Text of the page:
/Portrait of a Pandemic: COVID-19 Timeline (via Qpute.com)
Portrait of a Pandemic: COVID-19 Timeline

Portrait of a Pandemic: COVID-19 Timeline (via Qpute.com)


Trees are blossoming, temperatures are rising, and we’re basking in the restorative power of spring.

We’re also finding comfort in the fact that COVID-19 vaccination efforts are ramping up. On April 3, more than 4 million doses of the coronavirus vaccine were administered in a single 24-hour period. And on Tuesday, President Biden announced that every adult in the U.S. will be eligible to be vaccinated by April 19, two weeks ahead of his original deadline.

This week, we’re seeking (or finding) inspiration in unexpected places that give us hope for a return to what was and a reimagining of what can be. Hopefully, these experiences make us stronger, more resilient and safer in the future.

How Healthcare and Tech Might Prevent the Next Pandemic

While the pandemic feels like it has been dragging on forever—it seemed as if the whole world was holding a collective breath awaiting a COVID-19 vaccine—advancements have been happening at breakneck speed. But still, it isn’t fast or proactive enough to prevent another pandemic.

To that end, Cleveland Clinic and IBM are partnering to see how they might use quantum computing and artificial intelligence to research and develop health treatments. For now, they will focus their attention on viruses and other disease-causing organisms, but the opportunities are virtually limitless.

CNN reports that as part of the partnership, Cleveland Clinic will be the first private-sector institution to buy and operate an on-site IBM quantum computer, which heretofore were only in IBM labs and data centers.

Quantum computers operate differently than traditional computers and can handle large amounts of data in a fraction of the time, offering much promise for potential breakthroughs.

Read the full story here.

A New Model for Job Training

The pandemic has upended the labor market, with some sectors seeing mass furloughs and layoffs while essential workers (and those who support them) seeing unprecedented hiring. That has created short-term challenges for companies trying to meet supply and demand, but it may also offer long-term opportunities.

The New York Times has highlighted how one organization is reimagining a different labor future. Social Finance has created a pay-for-success model whereby job-training programs get paid if students get hired, as opposed to getting paid through student enrollment. Furthermore, Social Finance is focused on training low-income Americans, minority candidates and veterans for better-paying jobs.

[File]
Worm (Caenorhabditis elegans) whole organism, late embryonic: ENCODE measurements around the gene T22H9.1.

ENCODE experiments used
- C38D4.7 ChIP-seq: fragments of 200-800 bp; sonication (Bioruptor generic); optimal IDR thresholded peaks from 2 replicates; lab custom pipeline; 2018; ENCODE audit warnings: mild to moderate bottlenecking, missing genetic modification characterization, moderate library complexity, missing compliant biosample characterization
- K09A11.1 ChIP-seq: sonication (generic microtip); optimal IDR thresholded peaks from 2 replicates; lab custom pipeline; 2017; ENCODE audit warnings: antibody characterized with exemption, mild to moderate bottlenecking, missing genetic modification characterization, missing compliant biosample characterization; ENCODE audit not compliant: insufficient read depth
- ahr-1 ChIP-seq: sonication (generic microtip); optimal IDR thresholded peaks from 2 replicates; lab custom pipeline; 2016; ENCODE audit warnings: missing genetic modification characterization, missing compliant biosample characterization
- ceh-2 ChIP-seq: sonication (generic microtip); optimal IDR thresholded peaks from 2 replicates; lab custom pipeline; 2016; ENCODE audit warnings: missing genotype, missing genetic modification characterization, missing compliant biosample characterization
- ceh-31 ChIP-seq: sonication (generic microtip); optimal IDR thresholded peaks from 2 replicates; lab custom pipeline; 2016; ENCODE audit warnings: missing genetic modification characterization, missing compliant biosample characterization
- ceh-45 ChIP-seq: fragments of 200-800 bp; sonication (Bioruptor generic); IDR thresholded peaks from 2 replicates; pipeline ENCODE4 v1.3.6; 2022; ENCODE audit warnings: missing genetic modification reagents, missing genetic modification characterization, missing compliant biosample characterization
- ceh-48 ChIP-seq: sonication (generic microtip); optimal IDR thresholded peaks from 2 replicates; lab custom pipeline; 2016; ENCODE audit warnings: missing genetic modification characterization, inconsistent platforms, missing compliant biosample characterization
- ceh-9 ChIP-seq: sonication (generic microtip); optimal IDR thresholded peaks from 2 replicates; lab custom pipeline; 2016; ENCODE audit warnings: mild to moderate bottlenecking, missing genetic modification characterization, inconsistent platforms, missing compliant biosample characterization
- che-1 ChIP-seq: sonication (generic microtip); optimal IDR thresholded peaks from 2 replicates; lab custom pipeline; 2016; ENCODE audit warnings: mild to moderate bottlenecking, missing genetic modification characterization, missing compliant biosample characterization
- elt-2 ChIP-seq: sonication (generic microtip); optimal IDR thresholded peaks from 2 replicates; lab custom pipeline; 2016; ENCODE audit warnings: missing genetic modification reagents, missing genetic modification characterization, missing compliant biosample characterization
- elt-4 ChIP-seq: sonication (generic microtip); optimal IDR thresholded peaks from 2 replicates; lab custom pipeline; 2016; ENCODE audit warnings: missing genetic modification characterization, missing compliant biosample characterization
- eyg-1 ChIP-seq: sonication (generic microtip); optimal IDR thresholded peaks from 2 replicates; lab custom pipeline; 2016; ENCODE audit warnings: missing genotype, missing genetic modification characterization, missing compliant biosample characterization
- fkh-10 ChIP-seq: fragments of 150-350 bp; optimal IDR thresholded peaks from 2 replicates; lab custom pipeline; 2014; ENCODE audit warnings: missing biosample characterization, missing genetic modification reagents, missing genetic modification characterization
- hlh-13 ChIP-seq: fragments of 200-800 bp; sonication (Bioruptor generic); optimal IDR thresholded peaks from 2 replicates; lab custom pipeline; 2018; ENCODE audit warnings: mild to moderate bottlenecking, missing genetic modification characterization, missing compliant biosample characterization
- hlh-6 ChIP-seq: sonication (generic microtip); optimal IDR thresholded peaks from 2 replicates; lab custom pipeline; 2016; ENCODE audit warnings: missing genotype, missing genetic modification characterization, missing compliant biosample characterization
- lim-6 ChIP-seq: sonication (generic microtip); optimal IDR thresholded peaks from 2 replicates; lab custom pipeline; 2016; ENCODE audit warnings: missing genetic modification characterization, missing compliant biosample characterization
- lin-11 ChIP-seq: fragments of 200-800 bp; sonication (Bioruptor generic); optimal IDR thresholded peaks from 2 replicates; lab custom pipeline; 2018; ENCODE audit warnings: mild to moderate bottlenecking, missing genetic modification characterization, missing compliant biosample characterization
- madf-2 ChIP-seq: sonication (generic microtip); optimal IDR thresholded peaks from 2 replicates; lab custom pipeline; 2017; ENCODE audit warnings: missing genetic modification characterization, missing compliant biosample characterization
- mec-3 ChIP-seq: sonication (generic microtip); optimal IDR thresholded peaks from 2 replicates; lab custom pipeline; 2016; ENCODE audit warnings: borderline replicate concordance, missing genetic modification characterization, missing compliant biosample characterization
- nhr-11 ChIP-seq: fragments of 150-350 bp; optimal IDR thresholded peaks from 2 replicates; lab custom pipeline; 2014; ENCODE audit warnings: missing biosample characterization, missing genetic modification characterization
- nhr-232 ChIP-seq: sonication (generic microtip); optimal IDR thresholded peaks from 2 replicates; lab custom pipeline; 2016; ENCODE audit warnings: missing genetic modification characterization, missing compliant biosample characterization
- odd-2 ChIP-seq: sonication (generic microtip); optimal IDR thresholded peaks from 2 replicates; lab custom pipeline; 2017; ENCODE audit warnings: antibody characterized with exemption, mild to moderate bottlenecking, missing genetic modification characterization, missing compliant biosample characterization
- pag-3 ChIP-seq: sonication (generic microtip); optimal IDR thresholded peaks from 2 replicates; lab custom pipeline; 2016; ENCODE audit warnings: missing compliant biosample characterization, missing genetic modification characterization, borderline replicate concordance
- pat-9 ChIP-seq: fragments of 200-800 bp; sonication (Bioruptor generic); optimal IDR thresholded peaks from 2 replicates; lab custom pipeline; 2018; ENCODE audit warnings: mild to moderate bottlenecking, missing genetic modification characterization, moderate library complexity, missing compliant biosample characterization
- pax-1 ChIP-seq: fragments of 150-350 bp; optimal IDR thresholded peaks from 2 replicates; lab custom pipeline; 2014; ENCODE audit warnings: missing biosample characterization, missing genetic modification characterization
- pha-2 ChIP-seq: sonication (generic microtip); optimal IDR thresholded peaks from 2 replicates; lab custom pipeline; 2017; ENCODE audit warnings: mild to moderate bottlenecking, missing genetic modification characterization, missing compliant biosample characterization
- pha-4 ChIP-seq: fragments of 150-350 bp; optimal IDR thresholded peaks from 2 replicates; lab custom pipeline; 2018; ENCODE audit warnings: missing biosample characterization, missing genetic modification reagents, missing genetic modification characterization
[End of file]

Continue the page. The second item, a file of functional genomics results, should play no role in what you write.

Social Finance is currently small, but there’s tremendous room for growth. The nonprofit is drafting a proposal for Labor Secretary Marty Walsh on how to scale up similar programs and is talking with several states about implementing a similar state-backed training initiative. President Biden’s $2 trillion infrastructure plan will likely spur more conversations, as it carves out billions for workforce development and training programs.

Read the full story here.

Why You Need to Make Yourself a Priority

If you are struggling to get everything done, this piece about prioritizing self-care Harvard Business Review hits home.

It’s easy to get caught up in daily responsibilities, chores and tasks for your job, your family and others. It’s even easier to not make yourself a priority. But as the flight attendant says before takeoff, you need to put on your own mask before you can help others. In this way, prioritizing your needs is a means of preservation and well-being. Self-care is a necessity, not a luxury.

Author Elizabeth Grace Saunders emphasizes the need for a self-care plan. She acknowledges that there are busy periods in our lives—indeed, we are collectively in one now—but says you have to advocate for yourself and your needs.

She writes: “If you put off self-care until work is less busy, your kids are back in school, your house is in order, or some other circumstances are exactly right, you may never get to it. But if you take a brief pause and go through these steps, you can begin to take care of yourself, even when it feels like the responsibilities at home and at work never end.”

There’s a plethora of ideas for self-care in just 5, 10, 15 or 30 minutes. Carve out some time this weekend to follow some of Saunders’ recommendations. We guarantee it will be time well spent.

Read the full story here.


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